This is a weird movie with a lot of online presence that I didn’t get to finish. I was watching it on my laptop with headphones and my girlfriend walked in on me in bed watching a scene of a guy watching some live sex cam on the Internet and I tried to explain it was a movie about how technology messes with our relationships but she kept arguing about the subjugation of women and I was too embarrassed to argue and turned it off and promptly forgot about it until now. Notables: Joe Swandberg, Greta Gerwig.
The dual admission of the movie is a desire not to be boring, and also to be accepted in the artistic world, in its case, via an open sexual orientation. My 16-year-old cousin told me all the cool kids in high school are bisexual. That means that all the 20-year-old cool kids from whom high schoolers take their cures are originally bisexual - cool meaning unaffected, experimental, with nice skin.. The film’s alternative to keeping your creative juices while maintaining sexual standards is a noble effort, even if it falls a little short.  Stars: Mark Duplass.
Greenburg scared me because it mirrored some hidden fears of growing older and weirder without artistic fulfillment. My favorite scene features Ben Stiller on coke expounding to his niece’s like-aged friends (20+) the difference in generations, specifically the laissez-faire confidence younger generations assume while seemingly consuming life to their fill. I’m not the confident, 20-year-old he was talking about, but it made me think I was for a second. Stars: Noah Baumbach, Greta Gerwig, Ben Stiller.
Further viewing: Kissing on the Mouth, Dance Party USA, Quiet City, Orphans, Team Picture and Baghead let alone the various shorts available post a quick Internet query. Armed with this knowledge, here are some educated guesses on where Mumblecore fits in the mumblecore canon.
Mumblecore is going to feature and be produced by Megan Boyle and Tao Lin. They are both the crew and the actors. This is very much mumblecore in terms of total-immersion involvement with the process. It’s shot on a MacBook, which is the lowest lo-fi method in terms of film and editing, seeing that both hardware and software are shared in the same space. This holds the small budget credos of mumblecore.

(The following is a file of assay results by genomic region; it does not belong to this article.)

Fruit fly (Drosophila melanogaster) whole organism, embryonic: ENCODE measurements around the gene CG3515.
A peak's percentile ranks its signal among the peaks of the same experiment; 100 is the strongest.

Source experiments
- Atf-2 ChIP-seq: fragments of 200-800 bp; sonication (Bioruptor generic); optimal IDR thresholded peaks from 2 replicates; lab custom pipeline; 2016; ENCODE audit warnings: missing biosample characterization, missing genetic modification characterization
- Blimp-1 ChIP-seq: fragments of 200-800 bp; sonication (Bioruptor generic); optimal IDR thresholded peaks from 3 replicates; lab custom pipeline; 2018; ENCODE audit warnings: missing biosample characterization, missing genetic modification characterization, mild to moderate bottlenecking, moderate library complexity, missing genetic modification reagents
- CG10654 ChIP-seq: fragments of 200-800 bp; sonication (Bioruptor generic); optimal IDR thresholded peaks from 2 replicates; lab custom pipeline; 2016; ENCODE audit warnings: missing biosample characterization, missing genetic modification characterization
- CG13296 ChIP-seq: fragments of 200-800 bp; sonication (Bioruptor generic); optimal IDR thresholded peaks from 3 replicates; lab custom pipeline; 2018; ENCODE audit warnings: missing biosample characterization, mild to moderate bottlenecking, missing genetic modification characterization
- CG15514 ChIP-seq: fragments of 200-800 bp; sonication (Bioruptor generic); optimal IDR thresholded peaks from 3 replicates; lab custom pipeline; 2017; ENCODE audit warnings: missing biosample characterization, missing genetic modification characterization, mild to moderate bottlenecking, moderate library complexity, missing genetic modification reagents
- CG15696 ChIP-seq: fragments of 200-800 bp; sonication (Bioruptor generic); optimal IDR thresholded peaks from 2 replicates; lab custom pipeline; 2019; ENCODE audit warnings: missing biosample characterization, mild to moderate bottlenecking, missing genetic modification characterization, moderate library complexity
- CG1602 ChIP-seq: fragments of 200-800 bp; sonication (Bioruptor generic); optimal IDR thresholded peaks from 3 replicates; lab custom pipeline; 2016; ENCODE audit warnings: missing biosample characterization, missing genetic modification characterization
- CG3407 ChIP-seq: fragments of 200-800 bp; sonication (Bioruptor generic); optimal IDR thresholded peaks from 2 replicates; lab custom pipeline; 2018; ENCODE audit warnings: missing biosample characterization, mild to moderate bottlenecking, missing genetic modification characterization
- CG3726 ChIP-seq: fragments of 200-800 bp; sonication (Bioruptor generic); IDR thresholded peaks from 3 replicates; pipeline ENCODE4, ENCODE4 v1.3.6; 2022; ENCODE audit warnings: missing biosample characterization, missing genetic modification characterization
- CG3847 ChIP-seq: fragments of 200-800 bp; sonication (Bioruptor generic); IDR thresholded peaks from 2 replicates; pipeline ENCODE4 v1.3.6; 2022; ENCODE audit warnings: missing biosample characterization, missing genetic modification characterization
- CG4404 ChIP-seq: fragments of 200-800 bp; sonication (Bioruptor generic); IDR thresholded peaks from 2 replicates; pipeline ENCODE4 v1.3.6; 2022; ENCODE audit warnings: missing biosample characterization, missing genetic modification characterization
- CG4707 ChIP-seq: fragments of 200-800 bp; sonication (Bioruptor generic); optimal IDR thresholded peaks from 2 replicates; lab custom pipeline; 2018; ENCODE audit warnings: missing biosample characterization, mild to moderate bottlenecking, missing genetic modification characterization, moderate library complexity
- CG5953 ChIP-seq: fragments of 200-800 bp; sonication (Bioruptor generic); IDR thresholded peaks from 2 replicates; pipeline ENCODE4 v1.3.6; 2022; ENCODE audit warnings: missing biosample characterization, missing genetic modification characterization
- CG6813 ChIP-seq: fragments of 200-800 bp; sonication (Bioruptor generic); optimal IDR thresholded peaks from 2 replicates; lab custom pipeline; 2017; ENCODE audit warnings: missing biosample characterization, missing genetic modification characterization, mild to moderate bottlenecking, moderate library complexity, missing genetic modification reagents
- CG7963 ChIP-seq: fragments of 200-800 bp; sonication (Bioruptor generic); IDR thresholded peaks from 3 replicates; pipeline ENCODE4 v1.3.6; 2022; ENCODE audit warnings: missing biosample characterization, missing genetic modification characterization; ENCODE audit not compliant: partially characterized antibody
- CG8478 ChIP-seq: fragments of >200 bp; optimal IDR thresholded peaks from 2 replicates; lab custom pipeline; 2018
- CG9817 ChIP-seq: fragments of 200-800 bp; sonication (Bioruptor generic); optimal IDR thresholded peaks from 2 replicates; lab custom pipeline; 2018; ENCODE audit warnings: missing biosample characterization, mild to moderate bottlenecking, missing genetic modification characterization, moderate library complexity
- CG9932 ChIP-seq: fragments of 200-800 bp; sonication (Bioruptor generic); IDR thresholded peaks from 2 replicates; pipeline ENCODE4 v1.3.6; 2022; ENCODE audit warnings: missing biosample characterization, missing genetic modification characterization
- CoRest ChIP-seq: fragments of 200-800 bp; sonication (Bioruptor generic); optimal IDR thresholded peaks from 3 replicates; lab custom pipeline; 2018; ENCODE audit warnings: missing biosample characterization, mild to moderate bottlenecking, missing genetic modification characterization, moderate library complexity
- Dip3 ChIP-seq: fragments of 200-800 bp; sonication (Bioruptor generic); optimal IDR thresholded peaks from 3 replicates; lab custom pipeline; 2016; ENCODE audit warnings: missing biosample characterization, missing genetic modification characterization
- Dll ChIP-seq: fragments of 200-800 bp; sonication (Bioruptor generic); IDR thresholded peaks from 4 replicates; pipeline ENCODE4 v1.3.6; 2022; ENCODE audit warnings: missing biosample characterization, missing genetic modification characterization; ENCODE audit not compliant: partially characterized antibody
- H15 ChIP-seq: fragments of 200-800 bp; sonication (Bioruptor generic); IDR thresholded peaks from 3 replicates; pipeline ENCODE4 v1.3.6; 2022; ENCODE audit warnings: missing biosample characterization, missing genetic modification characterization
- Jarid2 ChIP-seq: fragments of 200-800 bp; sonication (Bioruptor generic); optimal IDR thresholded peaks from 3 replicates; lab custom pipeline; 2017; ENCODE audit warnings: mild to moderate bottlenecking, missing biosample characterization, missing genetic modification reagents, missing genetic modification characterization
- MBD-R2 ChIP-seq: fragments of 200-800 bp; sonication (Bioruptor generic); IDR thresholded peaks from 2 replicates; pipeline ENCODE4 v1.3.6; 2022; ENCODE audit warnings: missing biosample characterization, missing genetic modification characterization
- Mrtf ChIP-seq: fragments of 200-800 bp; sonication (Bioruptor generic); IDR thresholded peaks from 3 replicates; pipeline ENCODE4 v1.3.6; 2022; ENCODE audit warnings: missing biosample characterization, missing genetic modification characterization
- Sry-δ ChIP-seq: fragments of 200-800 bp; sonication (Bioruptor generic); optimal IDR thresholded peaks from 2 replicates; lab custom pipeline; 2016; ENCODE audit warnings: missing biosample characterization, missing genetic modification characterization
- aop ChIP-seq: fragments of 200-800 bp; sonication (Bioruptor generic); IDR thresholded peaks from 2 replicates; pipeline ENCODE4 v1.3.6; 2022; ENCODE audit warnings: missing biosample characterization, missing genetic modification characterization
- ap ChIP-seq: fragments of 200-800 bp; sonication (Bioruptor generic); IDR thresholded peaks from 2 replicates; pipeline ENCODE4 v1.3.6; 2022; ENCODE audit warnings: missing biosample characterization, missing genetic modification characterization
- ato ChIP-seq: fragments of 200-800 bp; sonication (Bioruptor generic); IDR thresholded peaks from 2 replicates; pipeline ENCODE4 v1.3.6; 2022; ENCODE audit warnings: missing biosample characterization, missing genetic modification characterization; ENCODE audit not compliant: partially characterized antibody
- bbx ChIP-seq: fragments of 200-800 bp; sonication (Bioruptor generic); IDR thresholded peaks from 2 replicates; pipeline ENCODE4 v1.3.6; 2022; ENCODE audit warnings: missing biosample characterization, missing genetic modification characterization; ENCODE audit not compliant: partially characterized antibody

Mumblecore is going to be about the improvisational conversations between Boyle and Lin genuinely detailing their relationship and idiosyncratic worldviews free of construct and framing. Much of a mumblecore movie is improvisation and verisimilitude through dialogue. The film will not make money with screenings, but through DVD sales. No mumblecore movie has had a large (as in, the majority of sales) cinema house presence.
Where it will differ from the previously mentioned canon starts with the curious choice to use subtitles. A MacBook’s audio is not meant for distance; Boyle and Lin also speak softly and mumble. Therefore we will not be able to make out everything said, lending cause to the transcription. With the addition of subtitles, Mumblecore creates an automatic split between visual cues. Viewers are forced to read and watch, deciding for yourself what is more important, the image or the words? This makes sense for Lin and Boyle seeing that their previous résumés include poet and author. No mumblecore movie I’ve seen has had subtitles. This is different.
Also different, this movie may not be seen as a movie. Though many mumblecore movies are loosely and not so loosely based on director’s/writer’s experiences and additionally cast actors and actress in fictional relationships while they are already in these relationships, Mumblecore will not differentiate screen from not-screen. We are to believe in complete improvisation: reality. Nothing is prescribed. I wouldn’t be surprised if the credits roll and we see Boyle playing Boyle, Lin playing Lin. These two are messing with the levels of introspection and subjectivity given to someone else’s reality. Questions of verity will arise. People will argue some more. I am as excited as you can get about something called mumblecore.
Mumblecore is available for pre-order on the MDMAfilms website.